In early May, a recent study presented at a cancer conference made big news. This study looked at about four hundred people with a history of skin cancer and compared the effect of supplementing vitamin B3 on the development of new skin cancers (basal cell and squamous cell carcinoma, not melanoma). They found vitamin B3 did decrease the risk of developing a new skin cancer. The dose of vitamin B3 was 500 mg twice daily, much higher than the standard recommended amount (14-18 mg per day).
Vitamin B3 has been used in medicine for other uses for many years. It also is commonly referred to by the name niacin or niacinamide. In high doses, niacin can lower triglycerides (an unhealthy type of fat in the blood). There are many other less studied uses for vitamin B3, including osteoarthritis, alzheimers, diabetes, migraines, depression, PMS, anti-aging – the list goes on and on. Vitamin B3 is used in topical acne products for its anti inflammatory properties. In fact, vitamin B3 is in many of the EltaMD products that I use (and love) such as EltaMD UV Clear and the AM/PM moisturizers.
Vitamin B3 is considered safe but can cause side effects when taken as a supplement and can interact with medications. The most common side effect is flushing. At high doses (3 grams per day) it can cause serious problems such as liver problems, heart problems and others. Certain conditions such as heart disease, diabetes, liver and kidney disease (and others) may be worsened by higher doses of vitamin B3. Additionally, vitamin B3 can have serious interactions with many medications.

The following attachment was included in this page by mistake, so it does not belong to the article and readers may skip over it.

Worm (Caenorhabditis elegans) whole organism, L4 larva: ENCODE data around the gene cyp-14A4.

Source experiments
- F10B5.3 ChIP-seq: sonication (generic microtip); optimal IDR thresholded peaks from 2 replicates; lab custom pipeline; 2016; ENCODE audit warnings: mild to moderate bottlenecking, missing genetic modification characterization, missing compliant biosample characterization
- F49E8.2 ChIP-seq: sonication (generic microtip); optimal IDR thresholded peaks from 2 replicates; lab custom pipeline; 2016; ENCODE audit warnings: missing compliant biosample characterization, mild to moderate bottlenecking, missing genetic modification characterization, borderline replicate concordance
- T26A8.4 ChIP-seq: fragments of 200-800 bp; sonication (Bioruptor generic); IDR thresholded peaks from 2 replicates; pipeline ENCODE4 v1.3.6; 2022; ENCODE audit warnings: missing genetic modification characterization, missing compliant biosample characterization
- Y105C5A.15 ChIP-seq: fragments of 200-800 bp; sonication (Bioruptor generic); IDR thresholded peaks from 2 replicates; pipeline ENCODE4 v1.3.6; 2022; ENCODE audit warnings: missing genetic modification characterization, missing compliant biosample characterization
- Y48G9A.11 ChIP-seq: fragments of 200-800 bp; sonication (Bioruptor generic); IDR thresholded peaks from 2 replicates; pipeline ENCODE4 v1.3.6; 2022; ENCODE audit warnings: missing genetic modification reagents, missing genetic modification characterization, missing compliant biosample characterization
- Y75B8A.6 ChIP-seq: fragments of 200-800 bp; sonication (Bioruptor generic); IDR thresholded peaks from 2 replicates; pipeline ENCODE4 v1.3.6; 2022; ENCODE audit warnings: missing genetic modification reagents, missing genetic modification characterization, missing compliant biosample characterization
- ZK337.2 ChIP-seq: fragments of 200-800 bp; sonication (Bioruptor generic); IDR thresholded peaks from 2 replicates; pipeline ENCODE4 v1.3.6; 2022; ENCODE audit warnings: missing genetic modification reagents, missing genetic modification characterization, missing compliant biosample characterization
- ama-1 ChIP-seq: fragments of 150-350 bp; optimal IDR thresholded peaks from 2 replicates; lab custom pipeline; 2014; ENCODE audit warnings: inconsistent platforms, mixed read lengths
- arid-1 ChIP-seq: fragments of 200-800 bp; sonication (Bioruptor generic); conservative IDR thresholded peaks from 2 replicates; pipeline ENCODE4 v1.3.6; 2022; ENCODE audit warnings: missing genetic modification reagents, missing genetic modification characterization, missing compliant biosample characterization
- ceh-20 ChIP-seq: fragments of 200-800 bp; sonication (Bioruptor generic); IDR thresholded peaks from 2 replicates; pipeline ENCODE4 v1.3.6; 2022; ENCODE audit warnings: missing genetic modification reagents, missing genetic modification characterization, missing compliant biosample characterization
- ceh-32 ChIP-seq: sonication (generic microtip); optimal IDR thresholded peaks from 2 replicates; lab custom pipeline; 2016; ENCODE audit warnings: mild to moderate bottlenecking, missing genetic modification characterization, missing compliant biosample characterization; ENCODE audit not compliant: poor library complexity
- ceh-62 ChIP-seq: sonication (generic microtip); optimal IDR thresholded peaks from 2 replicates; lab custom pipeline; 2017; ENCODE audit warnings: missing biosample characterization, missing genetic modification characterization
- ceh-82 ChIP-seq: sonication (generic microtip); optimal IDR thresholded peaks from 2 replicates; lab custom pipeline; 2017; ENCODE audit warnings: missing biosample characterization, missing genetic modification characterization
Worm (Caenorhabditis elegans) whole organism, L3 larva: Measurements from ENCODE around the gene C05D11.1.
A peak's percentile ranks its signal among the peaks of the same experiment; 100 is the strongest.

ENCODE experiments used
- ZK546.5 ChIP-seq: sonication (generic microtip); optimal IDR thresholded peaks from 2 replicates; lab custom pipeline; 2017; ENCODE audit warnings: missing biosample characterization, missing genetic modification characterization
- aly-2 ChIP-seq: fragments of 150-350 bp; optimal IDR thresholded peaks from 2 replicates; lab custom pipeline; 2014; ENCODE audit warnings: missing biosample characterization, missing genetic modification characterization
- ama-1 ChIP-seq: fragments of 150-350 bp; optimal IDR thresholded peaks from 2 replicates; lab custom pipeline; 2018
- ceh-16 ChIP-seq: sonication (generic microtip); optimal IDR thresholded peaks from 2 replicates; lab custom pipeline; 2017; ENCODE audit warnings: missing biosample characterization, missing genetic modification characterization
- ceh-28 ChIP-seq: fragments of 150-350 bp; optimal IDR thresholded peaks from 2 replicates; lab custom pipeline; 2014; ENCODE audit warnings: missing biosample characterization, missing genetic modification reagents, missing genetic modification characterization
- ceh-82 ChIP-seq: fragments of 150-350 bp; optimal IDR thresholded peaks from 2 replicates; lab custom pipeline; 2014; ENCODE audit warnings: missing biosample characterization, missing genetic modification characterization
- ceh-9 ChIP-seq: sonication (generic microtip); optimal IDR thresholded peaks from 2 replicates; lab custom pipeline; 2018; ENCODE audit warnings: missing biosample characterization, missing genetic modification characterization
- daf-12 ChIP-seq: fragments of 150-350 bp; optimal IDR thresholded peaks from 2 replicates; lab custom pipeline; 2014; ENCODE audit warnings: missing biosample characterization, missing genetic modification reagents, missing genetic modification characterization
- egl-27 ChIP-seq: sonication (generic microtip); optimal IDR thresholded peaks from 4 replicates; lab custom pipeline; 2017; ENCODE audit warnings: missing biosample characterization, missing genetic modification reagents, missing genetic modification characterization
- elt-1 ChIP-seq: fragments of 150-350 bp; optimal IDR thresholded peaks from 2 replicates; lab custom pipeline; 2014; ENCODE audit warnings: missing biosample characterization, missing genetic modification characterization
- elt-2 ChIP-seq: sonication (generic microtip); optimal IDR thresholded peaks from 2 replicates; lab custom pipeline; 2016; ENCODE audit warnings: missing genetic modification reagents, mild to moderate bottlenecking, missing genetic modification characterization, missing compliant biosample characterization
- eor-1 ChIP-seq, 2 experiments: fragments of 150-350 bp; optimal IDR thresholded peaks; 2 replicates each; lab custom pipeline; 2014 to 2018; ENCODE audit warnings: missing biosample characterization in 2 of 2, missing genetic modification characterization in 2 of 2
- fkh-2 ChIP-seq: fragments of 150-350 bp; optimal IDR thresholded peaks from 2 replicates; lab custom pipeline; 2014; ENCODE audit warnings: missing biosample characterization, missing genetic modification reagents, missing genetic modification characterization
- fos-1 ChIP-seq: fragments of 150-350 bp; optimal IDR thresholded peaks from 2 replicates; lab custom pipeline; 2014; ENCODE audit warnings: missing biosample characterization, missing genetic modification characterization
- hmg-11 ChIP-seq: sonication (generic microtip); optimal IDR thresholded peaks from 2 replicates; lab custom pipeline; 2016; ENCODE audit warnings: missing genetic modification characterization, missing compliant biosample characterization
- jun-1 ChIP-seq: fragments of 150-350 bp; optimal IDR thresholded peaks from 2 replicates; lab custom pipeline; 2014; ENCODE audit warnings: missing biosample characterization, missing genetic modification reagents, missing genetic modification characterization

So will I recommend that all my patients take extra vitamin B3? Probably not. The population who may benefit is the person who has extensive history of basal or squamous cell carcinoma or is at high risk for those conditions (such as those who are immunosuppressed). However, in the doses needed to have a beneficial effect on skin cancer, vitamin B3 is a serious medication and should be considered such. I don’t recommend starting the supplement yourself at the higher dose, without discussing with both your dermatologist and your regular doctor.
I welcome any questions or comments on this interesting topic.